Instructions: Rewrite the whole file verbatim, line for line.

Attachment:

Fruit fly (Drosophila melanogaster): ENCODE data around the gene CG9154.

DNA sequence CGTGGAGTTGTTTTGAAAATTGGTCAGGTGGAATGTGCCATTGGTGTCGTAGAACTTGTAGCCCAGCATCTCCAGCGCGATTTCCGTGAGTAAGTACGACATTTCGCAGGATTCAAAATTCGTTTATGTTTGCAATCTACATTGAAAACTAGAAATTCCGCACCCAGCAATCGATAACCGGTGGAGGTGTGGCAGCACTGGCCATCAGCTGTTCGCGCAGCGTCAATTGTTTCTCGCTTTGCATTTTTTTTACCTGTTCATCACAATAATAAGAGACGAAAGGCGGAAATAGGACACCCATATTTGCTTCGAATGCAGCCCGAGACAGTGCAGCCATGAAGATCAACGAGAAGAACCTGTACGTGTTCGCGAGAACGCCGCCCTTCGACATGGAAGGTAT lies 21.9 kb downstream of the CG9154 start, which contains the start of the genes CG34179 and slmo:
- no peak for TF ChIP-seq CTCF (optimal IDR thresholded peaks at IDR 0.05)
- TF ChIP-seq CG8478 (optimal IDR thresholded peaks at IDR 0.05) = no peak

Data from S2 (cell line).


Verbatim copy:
Fruit fly (Drosophila melanogaster): ENCODE data around the gene CG9154.

DNA sequence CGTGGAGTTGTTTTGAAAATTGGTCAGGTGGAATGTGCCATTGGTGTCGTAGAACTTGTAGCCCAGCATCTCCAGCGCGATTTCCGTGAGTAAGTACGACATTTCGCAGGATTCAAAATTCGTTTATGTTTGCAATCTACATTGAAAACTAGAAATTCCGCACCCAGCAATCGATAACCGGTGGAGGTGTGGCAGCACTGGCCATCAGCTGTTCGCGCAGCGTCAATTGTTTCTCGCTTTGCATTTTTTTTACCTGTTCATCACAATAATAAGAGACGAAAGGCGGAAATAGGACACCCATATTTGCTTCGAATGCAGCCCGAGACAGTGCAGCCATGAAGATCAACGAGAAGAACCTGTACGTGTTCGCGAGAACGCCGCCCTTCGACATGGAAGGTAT lies 21.9 kb downstream of the CG9154 start, which contains the start of the genes CG34179 and slmo:
- no peak for TF ChIP-seq CTCF (optimal IDR thresholded peaks at IDR 0.05)
- TF ChIP-seq CG8478 (optimal IDR thresholded peaks at IDR 0.05) = no peak

Data from S2 (cell line).